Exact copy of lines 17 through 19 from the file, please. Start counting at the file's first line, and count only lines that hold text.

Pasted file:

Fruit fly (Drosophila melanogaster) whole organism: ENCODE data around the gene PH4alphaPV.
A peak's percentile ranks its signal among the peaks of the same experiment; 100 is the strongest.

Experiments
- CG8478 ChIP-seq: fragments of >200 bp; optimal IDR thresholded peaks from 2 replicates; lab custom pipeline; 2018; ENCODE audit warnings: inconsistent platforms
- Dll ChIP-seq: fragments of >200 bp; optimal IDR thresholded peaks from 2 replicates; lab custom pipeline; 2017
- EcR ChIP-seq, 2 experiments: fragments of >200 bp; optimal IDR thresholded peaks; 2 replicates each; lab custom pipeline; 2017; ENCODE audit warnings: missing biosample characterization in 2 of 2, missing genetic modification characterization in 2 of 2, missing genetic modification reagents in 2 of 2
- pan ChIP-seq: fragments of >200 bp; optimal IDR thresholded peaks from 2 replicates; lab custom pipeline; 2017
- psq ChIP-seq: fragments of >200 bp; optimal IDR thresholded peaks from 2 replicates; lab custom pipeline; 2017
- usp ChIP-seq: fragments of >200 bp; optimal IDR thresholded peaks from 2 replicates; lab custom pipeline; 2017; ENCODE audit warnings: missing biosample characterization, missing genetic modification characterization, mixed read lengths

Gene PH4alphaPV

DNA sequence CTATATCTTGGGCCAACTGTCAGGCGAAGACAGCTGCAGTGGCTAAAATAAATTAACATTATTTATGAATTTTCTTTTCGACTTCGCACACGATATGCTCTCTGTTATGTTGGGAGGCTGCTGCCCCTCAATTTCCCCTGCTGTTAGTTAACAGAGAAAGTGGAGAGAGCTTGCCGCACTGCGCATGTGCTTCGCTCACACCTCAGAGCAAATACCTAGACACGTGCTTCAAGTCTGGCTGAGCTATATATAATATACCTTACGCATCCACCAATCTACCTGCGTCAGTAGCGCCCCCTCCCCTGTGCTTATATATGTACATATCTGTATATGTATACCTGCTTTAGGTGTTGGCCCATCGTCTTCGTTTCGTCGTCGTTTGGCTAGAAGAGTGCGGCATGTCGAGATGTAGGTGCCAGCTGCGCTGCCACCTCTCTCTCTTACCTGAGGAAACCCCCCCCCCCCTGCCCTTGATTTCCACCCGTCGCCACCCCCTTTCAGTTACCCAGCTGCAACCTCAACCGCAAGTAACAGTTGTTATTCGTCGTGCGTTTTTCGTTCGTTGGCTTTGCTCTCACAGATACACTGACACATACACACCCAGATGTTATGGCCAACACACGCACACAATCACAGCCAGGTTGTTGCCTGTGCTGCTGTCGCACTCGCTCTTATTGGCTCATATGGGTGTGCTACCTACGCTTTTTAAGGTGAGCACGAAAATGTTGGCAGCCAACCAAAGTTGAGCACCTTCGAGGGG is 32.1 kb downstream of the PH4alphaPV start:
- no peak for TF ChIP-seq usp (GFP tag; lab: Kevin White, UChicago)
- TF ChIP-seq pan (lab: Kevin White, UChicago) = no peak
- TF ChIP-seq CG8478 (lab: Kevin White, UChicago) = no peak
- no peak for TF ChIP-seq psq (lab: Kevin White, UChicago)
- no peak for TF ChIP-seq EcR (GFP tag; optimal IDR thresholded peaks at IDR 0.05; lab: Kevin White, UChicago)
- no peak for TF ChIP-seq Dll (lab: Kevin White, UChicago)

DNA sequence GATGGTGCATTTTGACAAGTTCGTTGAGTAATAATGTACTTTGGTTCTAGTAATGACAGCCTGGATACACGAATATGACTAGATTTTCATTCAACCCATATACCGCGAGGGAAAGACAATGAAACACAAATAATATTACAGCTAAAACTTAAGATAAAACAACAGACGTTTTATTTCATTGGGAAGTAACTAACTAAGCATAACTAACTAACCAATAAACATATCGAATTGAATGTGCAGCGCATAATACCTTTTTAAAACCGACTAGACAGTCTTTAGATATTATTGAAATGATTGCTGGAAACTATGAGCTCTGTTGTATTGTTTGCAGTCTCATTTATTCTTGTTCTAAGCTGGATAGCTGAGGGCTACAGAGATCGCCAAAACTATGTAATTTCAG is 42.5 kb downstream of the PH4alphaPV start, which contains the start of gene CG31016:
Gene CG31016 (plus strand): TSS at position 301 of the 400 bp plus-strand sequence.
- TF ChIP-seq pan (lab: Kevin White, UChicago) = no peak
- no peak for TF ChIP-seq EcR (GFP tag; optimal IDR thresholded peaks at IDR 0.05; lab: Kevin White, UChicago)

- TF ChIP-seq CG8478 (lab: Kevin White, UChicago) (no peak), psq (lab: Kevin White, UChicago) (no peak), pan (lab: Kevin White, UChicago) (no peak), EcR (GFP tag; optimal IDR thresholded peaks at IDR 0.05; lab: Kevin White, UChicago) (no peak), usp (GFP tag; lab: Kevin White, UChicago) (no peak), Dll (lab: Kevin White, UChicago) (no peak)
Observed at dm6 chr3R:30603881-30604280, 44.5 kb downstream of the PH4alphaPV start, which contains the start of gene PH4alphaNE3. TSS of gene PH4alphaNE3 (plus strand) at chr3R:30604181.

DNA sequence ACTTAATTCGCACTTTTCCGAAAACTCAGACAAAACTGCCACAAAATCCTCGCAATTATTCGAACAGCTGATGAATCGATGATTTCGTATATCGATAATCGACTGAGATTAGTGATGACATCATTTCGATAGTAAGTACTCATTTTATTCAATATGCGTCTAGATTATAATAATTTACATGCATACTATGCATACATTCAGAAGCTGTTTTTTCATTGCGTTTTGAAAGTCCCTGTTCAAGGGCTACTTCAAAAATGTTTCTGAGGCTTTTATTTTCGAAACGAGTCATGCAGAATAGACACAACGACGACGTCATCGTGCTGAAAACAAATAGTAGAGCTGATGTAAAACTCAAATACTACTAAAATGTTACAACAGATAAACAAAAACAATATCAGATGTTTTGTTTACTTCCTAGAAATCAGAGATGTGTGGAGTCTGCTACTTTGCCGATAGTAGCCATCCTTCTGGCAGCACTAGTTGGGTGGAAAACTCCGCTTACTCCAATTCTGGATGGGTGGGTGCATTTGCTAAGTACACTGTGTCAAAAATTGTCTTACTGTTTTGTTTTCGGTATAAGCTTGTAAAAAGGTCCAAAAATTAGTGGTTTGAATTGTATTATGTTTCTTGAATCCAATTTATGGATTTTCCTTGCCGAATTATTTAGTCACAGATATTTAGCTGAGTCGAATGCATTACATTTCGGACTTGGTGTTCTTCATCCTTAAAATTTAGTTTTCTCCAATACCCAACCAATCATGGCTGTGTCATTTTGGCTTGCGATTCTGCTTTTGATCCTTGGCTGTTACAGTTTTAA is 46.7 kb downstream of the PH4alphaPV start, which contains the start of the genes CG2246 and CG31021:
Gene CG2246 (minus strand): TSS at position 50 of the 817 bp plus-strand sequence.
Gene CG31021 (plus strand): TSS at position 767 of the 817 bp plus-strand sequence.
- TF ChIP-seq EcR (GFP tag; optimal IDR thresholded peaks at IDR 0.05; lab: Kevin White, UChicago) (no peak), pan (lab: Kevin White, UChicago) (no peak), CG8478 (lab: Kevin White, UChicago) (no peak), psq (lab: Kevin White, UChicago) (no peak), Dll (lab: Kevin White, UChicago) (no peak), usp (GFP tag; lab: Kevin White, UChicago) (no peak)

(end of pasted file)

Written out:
- no peak for TF ChIP-seq Dll (lab: Kevin White, UChicago)

DNA sequence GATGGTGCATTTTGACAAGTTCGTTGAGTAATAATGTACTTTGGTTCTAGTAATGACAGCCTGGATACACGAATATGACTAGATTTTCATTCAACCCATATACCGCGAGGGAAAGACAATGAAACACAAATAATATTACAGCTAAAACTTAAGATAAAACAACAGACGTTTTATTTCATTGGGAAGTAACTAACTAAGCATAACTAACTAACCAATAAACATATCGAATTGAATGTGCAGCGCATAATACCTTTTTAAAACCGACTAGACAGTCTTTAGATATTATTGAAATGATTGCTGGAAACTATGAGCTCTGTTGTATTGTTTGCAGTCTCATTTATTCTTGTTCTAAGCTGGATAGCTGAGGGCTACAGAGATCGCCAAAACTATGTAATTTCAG is 42.5 kb downstream of the PH4alphaPV start, which contains the start of gene CG31016:
Gene CG31016 (plus strand): TSS at position 301 of the 400 bp plus-strand sequence.